MR: I’ve changed the story a lot since I started writing those poems. It’s the end of the world, perhaps obviously—and we’re traveling through what remains of what we have built. Considering what it is to survive, to be a survivor, to be a woman surviving. And the story is sort of a reverse Adam and Eve—the last two rather than the first, walking toward the unmaking of the world. Moving through the colonies and fortresses humans build for ourselves, even at the end, the remains of war and nuclear power and empire—being both the last remaining colonizers and at the mercy of the earth as it undoes every human act of mastery.
KF: “Walking toward the unmaking of the world.” Wow. The last remaining are always at mercy perhaps, but I like that when we read the work, we have to turn the work. The poems shift (and shift within us), which is a really beautiful thing to do to your readers. A beautiful thing to give them.
MR: Those poems feel burdensome to me—particularly when it comes to line breaks. When I started publishing them, and even in this book, every layout designer I’ve worked with thought they were prose poems and would re-break the lines to fit the page. The lines are a full page-width, but they are lines, and they are conveying breath and speed and tone. Burnside makes smaller books that are easily carried in the hand, which meant that the lines weren’t able to fit on the page as intended. We found a solution, though, and I really love it—the physicality of it. If the reader wants to engage with the poem, they have to turn the book like a wheel. Poems are always trying to do something to the reader, and here we were able to do something before these poems even started.
It makes me feel high-maintenance to bother a designer about something like this. But I’ve tried adjusting to match preformatted page layouts and the poems lose something, so I’m stuck. I’ve learned it’s important to be assertive about your own work and what it needs. No one will do that for you.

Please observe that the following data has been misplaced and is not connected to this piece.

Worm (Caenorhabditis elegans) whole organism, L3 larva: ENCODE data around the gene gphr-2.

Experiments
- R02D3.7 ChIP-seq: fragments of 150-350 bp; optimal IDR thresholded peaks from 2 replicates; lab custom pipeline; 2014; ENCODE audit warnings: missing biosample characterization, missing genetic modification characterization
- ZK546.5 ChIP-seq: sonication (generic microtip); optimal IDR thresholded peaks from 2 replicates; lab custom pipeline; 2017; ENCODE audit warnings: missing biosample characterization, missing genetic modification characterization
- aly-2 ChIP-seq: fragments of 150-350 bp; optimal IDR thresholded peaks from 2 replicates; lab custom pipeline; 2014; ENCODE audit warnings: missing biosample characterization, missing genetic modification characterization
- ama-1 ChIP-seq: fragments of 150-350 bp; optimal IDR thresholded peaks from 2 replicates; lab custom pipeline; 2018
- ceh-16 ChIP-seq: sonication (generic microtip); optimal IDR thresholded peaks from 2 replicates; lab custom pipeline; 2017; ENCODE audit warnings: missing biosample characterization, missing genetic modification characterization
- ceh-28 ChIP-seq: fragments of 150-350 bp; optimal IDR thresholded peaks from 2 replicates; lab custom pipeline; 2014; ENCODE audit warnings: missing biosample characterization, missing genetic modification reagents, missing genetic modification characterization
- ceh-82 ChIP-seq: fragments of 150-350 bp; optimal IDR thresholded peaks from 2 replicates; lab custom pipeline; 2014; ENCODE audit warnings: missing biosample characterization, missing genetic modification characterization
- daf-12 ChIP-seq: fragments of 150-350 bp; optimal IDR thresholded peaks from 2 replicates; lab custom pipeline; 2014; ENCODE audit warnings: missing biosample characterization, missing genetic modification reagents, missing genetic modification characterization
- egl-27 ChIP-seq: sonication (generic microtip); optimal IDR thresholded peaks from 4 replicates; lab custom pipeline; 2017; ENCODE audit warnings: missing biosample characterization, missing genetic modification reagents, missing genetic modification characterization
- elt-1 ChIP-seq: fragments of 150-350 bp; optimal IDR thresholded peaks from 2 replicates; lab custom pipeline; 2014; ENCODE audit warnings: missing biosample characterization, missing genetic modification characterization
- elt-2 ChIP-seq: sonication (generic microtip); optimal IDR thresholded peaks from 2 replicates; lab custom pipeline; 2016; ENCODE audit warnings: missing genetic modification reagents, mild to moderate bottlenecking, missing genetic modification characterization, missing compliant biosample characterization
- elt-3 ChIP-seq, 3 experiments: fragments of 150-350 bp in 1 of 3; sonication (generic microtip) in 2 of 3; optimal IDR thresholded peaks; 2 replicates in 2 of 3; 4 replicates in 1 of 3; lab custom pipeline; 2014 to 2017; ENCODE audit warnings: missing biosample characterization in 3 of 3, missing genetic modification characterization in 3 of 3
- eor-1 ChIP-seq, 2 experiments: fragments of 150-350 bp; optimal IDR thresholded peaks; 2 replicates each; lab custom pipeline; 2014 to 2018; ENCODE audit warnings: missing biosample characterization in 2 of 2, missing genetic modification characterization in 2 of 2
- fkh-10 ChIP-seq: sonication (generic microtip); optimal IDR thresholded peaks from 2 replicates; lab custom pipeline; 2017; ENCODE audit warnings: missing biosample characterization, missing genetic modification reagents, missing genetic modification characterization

KF: Can we talk about line breaks please? Holy shit:
I prayed for her, though
she was an animal
MR: I love line breaks. I don’t really like the ones that play a trick on the reader, but I do like the ones that offer several options. Which path do you see first? Is it the one you want to follow? When I read the poems aloud I sometimes intentionally read around or through the line breaks because they don’t feel right in my head at that moment, even though I go back and forth on every one, and I put most poems into five, ten, fifteen different forms before they are “right.” I’m never trying to lead the reader into a misunderstanding, but then again, what you misunderstand is always your own burden.
KF: What spawned “Untitled?”
MR: A very, very real murder. It happened just a few hundred feet away from my classroom. A lot of the details are “true”—if that word means anything in this context. I was young when it happened, just discovering the danger that a body is almost always in, and I wrote the poem nearly ten years later. It was difficult to write about that moment without over-dramatizing or sentimentalizing or reducing the experience to my limited perception of it. Perhaps I’ve failed in that.
As a witness, and as a young person, the most important part of that experience was the reaction of the other girls in my classes. Some of us fell into patterns of terror. Some girls performed the gender stereotype that seemed expected of us, so fiercely, and with such great excitement—screaming at the drop of a hat, escorting each other to class, whispering that the murderer was among us. And some of us were even bolder after it happened, brave to the point of foolishness. We defied death, mocked it, sure that danger was our birthright. We always walked alone, even into the woods where the body was found, even after dark. I think we believed the damage that could be done to us was a mark of womanhood.